At the end of an intense two days I strapped a GoPro to Johnny and got him to follow me for a few hot laps. The blue groove (where the rubber is laid-down on the compacted clay) was only half a bike length wide, stray off this and the dusty surface layer reduces grip by at least half, usually leading to running hugely wide, a crash, or a saved one at least. Inch perfect consistency is key. With Johhny breathing down my neck and pushing I was heading at warp speed towards the edge of my comfort zone.
Where I'd been going fast earlier in the day I was popping off the limiter in 2nd gear on the KTM 10 yards before tipping it in. We swapped positions and I wore the camera while trying to keep up with Johnny. I got sucked in, dragged along. Then the world froze, I forgot where I was, my breaths were deep, insufficient and loud, tyre chirps turned to long, bellowing howls and I was now having to shift gears.
After a few laps of hitting the limiter in 3rd at the end of the short straight I knew I was close to the end. My talent pool had drained Death Valley dry and I had no brain power in reserve to save a spill. My lungs were burning and my arms pumped to near explosion. We pulled in.
Later I check the GoPro footage. While backing it into turn 3 Johnny calmly removed a hand from the bars to adjust his goggles! Ever watched Rossi do his thing and reckon you wouldn't be at least a minute slower around Mugello? Forget it. People like this are made from completely different stuff.
Day three we took what we'd learned on the big bikes and continued the practice on the minibike track. My ailments limited my ability to do much more than attempt to stay upright but Brokeback and the Aucotts were having a whale of a time, dragging pegs, scrubbing the front wheel and finessing their styles. More drills, more homework and more techniques to try and master when we got back to Blighty.
On the morning of the last day we were all completely spent, with limbs made from jelly and the reflexes of a stoned sloth. We hit the sandy MX track where I demonstrated what a useless motocross rider I am. Tim was done in so we watched Race Control push herself on a minibike while Brokeback showed us all up. Then the heavens opened. Like proper biblical stuff with fork lightening and everything.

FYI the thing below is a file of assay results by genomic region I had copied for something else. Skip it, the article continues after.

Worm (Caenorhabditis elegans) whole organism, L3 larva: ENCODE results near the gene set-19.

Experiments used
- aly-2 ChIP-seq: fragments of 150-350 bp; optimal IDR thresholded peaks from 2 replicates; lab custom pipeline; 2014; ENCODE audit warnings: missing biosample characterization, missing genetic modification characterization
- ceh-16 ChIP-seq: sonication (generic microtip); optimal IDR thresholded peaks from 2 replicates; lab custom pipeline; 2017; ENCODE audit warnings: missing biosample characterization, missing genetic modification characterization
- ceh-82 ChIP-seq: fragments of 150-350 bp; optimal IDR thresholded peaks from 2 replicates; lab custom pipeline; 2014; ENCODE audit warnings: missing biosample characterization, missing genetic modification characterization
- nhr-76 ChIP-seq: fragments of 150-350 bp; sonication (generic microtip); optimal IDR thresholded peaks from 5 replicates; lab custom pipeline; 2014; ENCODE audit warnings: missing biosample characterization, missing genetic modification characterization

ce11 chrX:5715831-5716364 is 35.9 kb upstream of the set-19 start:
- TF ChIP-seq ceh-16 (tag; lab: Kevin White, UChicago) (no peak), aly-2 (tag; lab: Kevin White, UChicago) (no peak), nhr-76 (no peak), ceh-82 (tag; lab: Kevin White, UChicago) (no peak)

We packed soaked gear and clothes into our cases and wearily waved goodbye to the Lewis family, and their slice of paradise. I don't generally sleep well on planes, but on arriving back at Heathrow I was awoken by a stewardess to a completely empty 747, apparently I hadn't even made it through the safety briefing! Was it all a dream?
_____________Since making this trip in March 2018 Motoanatomy has gone for strength to strength. Johnny's academy has helped hundreds of riders, from cherry popping newbies to old pros like Jeff Ward get the hang of racing dirt track. And in the opening AFT round at Daytona Dalton Gautier returned to the grid and under Johnny's management bagged a second position in the main event - on a stock bike! But if you're reading this and can't afford the time or money to travel to the USA have no fear, Motoanatomy has a schedule of training camps in Europe this summer. 2nd-3rd May - Lellystad, The Netherlands (just before Hell's Race) 11th-13th May - Greenfield, Lincolshire, UK But be quick though, these camps sell out super quick. And if you're still not sure, drop me a line and I'll convince you! Motoanatomy Web | Instagram | Facebook Decent photos by Philip Fusco, the rest are off my iPhone 2 And don't just take my word for it, read the Tim Aucott's review over on Sideburn.